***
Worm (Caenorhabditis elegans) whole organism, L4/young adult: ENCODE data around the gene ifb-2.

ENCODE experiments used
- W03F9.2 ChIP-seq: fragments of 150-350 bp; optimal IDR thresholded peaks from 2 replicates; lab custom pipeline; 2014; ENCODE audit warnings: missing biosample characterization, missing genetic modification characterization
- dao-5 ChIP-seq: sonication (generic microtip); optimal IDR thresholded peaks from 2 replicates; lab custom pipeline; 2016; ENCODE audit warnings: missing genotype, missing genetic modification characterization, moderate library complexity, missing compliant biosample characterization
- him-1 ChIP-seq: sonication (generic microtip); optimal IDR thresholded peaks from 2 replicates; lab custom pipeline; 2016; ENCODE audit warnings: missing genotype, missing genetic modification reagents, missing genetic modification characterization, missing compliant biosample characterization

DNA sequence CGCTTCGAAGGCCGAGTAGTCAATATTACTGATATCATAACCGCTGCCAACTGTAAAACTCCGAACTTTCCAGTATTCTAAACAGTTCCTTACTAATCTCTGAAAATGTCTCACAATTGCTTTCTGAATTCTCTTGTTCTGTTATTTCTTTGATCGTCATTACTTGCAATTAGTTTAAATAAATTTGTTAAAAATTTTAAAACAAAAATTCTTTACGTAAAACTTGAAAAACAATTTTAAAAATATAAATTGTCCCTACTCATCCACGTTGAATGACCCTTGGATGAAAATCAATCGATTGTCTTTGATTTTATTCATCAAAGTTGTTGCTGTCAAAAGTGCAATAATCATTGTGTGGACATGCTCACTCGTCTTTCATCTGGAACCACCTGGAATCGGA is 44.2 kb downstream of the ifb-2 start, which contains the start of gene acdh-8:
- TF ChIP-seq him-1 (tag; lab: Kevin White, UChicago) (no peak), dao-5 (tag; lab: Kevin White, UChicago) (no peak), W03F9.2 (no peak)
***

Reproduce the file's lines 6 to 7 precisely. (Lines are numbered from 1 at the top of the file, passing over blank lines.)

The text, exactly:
DNA sequence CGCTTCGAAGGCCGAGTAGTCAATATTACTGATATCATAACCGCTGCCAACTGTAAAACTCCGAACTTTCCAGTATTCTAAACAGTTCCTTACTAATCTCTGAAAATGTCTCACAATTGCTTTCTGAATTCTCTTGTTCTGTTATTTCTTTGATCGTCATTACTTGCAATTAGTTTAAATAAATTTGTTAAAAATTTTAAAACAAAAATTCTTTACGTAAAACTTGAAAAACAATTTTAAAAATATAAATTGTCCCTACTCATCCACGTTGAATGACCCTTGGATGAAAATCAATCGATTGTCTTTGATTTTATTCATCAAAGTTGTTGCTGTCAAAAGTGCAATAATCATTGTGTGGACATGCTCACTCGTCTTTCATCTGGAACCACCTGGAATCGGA is 44.2 kb downstream of the ifb-2 start, which contains the start of gene acdh-8:
- TF ChIP-seq him-1 (tag; lab: Kevin White, UChicago) (no peak), dao-5 (tag; lab: Kevin White, UChicago) (no peak), W03F9.2 (no peak)